ISI chief meets CIA head and leaves Washington
The News, April 12, 2011
WASHINGTON: Pakistan's ISI chief Lt General Ahmed Shuja Pasha held an important meeting with the CIA chief on Monday but apparently cut short his visit and was leaving the US capital on Monday night.
A Pakistan Embassy official confirmed that Gen Pasha was scheduled to leave Monday night although earlier reports had indicated he may be staying in Washington for three days and leave on April 13.
There was no official word from the Pakistani side but the New York Times quoted a CIA spokesman, George Little, saying that the two spy chiefs had held "productive" meetings and that the relationship between the two services "remains on solid footing."
Political analysts were, however, a little surprised that Gen Pasha, who had arrived on Sunday evening, was leaving the US capital in just about 24 hours. There was no word of his meetings, if any, with other senior US leaders, including the Defence Secretary.
"The United States and Pakistan share a wide range of mutual interests," the CIA spokesman said, "and today's exchange emphasized the need to continue to work closely together, including on our common fight against terrorist networks that threaten both countries."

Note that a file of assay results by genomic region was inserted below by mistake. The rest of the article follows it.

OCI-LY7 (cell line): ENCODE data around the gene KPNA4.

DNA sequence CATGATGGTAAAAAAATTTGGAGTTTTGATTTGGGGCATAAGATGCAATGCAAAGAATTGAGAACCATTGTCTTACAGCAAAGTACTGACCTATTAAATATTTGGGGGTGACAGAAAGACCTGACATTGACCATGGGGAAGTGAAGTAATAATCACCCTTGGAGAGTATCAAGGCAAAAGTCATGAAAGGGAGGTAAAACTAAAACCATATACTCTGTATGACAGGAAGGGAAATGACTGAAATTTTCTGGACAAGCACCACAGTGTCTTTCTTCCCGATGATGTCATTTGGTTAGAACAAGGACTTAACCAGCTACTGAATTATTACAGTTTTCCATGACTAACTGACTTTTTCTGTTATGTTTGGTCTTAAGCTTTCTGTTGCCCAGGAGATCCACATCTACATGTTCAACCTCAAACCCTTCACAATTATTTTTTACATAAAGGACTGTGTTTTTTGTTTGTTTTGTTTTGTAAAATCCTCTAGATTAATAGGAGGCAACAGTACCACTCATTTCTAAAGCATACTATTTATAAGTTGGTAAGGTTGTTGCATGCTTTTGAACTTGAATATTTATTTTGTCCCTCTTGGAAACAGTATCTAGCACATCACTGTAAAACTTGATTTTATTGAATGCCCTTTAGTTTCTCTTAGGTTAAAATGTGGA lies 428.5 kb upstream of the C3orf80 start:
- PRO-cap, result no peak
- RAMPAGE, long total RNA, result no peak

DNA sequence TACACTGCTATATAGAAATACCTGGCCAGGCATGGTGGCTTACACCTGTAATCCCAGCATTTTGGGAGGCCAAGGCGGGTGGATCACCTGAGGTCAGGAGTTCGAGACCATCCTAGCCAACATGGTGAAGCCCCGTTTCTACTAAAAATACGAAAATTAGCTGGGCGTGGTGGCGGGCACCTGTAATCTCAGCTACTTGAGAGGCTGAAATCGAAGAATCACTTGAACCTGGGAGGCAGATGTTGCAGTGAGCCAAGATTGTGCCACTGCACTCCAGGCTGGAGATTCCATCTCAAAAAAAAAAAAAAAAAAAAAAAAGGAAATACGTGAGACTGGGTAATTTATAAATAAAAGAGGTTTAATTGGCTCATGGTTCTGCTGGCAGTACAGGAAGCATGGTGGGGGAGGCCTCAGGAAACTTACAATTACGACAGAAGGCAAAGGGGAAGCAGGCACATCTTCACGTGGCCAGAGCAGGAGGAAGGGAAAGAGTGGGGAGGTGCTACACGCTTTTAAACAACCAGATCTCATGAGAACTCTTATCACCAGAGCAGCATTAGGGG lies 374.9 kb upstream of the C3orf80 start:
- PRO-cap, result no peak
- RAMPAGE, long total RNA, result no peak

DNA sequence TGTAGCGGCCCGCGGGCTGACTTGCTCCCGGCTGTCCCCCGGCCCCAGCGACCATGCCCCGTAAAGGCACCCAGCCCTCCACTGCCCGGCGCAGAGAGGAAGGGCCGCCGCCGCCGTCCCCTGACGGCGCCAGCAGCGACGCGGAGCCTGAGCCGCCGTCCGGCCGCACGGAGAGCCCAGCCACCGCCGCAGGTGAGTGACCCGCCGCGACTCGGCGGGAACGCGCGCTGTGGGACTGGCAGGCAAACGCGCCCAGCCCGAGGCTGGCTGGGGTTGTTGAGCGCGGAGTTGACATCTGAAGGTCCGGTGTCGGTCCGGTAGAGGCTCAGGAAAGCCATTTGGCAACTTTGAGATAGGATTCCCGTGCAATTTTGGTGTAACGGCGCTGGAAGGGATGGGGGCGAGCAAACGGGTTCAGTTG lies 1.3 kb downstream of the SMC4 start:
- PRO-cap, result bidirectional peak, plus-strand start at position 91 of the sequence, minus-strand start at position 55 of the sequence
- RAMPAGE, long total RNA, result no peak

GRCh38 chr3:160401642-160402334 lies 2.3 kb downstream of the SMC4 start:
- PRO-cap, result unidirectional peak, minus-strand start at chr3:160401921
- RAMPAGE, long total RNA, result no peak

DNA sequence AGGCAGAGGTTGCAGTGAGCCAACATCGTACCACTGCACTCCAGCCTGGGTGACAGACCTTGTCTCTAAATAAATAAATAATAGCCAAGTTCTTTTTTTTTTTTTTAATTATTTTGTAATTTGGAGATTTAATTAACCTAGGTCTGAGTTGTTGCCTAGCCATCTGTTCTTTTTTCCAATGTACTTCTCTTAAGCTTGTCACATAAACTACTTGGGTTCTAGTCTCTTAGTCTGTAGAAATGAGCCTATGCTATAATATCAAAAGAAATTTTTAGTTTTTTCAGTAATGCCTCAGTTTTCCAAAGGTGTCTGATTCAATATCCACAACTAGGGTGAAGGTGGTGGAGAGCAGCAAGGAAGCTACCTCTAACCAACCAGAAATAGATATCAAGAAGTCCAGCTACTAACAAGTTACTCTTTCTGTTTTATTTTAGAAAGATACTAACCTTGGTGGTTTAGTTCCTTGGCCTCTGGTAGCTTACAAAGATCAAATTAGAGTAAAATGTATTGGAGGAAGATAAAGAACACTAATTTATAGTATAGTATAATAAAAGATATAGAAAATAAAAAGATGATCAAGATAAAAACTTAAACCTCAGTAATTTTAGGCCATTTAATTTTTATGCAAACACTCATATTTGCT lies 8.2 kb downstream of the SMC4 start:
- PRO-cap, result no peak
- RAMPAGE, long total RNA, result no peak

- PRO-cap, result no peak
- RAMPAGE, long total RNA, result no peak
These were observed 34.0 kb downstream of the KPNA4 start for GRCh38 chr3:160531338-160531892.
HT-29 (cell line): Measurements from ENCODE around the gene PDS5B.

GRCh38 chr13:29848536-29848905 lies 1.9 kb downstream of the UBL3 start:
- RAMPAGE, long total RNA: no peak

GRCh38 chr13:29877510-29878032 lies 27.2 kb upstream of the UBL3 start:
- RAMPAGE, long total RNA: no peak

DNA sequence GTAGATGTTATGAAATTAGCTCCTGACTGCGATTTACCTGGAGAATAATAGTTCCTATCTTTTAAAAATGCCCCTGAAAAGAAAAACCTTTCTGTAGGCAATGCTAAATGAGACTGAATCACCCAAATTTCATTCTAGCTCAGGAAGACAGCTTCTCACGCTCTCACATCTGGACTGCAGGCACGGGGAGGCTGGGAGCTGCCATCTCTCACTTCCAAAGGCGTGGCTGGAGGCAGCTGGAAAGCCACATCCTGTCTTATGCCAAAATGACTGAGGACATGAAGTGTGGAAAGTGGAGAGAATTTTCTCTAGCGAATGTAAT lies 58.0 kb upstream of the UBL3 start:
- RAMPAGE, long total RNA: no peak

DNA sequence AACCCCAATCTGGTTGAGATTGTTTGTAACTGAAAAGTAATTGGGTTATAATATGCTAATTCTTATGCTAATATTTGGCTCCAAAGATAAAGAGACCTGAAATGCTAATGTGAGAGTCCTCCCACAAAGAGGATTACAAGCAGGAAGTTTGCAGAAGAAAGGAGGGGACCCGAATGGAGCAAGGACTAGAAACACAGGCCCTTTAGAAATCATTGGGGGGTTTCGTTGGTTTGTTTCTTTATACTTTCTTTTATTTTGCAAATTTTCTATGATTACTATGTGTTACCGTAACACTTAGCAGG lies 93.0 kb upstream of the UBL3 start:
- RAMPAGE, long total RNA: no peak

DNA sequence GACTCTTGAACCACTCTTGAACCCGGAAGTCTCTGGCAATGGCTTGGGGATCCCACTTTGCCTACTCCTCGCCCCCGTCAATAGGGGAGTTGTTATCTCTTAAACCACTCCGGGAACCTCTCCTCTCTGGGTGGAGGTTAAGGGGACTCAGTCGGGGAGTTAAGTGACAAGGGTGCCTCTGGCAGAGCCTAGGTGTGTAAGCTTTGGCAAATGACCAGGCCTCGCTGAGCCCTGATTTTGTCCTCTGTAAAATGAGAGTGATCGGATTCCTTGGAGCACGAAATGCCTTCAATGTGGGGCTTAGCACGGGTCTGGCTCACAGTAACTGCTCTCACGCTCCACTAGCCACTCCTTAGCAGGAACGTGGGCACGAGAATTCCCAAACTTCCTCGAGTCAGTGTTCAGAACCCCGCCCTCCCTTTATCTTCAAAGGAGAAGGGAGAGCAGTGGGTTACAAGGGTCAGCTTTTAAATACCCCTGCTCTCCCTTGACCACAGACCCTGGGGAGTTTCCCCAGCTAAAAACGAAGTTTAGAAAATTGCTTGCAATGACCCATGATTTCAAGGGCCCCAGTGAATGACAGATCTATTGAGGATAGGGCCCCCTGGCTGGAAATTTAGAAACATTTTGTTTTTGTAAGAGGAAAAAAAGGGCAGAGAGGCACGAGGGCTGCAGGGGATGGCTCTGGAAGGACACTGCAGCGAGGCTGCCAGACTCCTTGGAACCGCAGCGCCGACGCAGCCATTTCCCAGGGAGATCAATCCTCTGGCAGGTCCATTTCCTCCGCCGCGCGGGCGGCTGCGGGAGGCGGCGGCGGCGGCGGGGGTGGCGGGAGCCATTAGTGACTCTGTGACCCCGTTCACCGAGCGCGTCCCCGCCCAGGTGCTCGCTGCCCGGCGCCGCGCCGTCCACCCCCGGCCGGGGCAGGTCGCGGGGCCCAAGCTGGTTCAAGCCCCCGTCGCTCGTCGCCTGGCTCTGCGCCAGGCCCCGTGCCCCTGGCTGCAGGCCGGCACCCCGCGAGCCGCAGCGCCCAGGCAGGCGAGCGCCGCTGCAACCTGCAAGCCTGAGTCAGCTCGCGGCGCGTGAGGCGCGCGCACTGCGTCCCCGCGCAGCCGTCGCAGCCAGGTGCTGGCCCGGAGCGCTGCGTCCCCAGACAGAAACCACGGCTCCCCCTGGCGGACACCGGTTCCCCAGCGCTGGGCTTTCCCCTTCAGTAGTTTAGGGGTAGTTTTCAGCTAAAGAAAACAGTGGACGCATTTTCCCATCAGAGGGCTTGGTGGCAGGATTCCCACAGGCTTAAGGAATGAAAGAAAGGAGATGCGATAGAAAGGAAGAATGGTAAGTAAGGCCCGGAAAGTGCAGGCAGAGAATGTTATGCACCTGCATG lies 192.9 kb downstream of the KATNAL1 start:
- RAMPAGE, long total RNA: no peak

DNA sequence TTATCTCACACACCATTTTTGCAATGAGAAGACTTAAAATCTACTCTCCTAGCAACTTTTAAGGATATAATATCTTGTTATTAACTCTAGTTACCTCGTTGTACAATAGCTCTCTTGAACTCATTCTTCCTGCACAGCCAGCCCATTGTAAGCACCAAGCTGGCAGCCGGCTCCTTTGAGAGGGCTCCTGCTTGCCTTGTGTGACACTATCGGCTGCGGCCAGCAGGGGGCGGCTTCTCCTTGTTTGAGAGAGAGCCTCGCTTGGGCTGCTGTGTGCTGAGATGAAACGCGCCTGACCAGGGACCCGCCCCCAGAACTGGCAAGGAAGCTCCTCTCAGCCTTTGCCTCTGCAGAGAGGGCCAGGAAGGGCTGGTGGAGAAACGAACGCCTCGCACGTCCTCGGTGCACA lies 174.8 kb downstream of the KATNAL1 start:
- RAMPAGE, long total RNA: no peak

The newspaper said the meetings were part of an effort to repair the already tentative and distrustful relations between the spy agencies that plunged to a new low as a result of the Davis episode, which further exposed where Pakistani and American interests diverge as the endgame in Afghanistan draws closer.
For complete article, click here
Official: 'Frank discussion' between US, Pakistan intelligence chiefs - CNN
U.S.-Pakistan intelligence operations frozen since January - Reuters
Spy Chief’s Tenure Is Extended in Pakistan - NYT
Pakistan threatens to impose new restrictions on CIA activities - Washington Post
Pakistan Tells U.S. It Must Sharply Cut C.I.A. Activities - NYT
Relationship with ISI on solid footing: CIA - DAWN
War Without Footprint - Slate
U.S. Missiles Strike in Northern Pakistan as Relations Sour Over CIA Role - Bloomberg